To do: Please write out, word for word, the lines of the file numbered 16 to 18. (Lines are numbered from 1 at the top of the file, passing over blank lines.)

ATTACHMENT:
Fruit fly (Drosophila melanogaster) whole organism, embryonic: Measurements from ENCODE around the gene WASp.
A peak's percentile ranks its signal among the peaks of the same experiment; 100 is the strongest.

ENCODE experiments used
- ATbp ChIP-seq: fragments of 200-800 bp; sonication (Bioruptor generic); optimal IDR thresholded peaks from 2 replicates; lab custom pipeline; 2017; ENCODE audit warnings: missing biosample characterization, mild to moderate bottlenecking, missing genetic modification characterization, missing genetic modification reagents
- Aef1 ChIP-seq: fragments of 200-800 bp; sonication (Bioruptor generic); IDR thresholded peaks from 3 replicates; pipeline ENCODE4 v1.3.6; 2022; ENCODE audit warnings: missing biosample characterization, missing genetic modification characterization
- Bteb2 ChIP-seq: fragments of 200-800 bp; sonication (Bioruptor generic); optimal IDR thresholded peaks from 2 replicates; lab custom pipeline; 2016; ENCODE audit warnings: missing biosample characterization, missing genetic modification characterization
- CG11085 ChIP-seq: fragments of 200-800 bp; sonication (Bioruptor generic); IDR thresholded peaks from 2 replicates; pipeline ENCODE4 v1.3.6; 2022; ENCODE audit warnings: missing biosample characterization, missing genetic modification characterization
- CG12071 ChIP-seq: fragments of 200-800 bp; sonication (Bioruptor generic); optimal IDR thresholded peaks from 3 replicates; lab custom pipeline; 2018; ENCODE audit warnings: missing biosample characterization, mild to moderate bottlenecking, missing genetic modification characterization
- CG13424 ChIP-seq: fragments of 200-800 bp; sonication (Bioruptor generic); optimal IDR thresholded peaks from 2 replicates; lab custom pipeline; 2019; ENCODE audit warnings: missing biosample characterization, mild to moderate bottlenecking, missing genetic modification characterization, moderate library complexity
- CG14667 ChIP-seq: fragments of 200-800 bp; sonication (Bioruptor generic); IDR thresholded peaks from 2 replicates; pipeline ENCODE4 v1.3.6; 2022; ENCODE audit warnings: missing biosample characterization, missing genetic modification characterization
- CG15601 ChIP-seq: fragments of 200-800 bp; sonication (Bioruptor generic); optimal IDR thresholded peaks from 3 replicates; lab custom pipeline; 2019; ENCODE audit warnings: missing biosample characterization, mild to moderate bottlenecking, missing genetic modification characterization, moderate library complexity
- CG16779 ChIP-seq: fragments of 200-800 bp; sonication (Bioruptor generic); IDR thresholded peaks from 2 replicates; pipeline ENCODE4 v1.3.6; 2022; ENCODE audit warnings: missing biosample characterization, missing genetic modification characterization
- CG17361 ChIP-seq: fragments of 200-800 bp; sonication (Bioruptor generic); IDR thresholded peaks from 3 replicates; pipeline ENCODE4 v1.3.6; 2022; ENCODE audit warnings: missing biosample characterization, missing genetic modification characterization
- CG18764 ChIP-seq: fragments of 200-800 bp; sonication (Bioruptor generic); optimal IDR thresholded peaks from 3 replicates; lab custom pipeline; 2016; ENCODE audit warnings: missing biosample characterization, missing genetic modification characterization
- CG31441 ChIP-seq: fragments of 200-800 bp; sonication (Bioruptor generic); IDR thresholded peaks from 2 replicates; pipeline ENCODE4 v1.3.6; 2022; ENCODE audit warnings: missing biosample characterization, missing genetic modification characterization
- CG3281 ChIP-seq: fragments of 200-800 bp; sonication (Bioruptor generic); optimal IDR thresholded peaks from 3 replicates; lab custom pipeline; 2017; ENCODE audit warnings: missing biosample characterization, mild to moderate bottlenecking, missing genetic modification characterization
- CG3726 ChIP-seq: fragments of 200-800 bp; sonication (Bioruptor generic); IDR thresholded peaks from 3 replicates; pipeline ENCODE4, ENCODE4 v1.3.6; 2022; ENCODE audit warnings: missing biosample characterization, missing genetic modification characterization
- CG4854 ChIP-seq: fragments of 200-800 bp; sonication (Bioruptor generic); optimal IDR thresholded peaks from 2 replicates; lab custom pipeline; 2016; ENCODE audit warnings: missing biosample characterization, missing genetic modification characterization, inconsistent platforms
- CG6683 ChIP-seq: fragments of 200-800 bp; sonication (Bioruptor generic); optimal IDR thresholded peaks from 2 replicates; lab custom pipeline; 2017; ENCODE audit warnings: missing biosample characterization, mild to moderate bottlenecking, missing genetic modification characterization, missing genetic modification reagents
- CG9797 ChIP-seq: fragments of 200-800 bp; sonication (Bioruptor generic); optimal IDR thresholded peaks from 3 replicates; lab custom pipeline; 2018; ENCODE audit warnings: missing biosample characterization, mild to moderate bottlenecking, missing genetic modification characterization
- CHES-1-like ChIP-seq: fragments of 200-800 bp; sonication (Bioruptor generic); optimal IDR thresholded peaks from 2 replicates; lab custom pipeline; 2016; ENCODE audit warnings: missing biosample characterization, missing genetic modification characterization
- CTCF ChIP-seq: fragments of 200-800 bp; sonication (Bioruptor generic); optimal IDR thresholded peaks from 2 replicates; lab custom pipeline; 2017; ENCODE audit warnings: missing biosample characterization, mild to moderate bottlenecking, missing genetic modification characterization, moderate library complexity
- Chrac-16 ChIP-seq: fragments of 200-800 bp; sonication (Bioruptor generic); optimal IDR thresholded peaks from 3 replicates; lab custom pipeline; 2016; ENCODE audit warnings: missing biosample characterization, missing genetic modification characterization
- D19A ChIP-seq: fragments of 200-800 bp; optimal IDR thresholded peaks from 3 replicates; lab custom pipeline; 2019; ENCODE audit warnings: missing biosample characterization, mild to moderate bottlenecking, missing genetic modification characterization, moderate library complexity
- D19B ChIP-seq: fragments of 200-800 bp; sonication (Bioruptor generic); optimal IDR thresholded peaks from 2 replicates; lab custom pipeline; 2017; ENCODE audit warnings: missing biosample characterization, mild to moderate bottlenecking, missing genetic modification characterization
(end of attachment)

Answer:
- CG3281 ChIP-seq: fragments of 200-800 bp; sonication (Bioruptor generic); optimal IDR thresholded peaks from 3 replicates; lab custom pipeline; 2017; ENCODE audit warnings: missing biosample characterization, mild to moderate bottlenecking, missing genetic modification characterization
- CG3726 ChIP-seq: fragments of 200-800 bp; sonication (Bioruptor generic); IDR thresholded peaks from 3 replicates; pipeline ENCODE4, ENCODE4 v1.3.6; 2022; ENCODE audit warnings: missing biosample characterization, missing genetic modification characterization
- CG4854 ChIP-seq: fragments of 200-800 bp; sonication (Bioruptor generic); optimal IDR thresholded peaks from 2 replicates; lab custom pipeline; 2016; ENCODE audit warnings: missing biosample characterization, missing genetic modification characterization, inconsistent platforms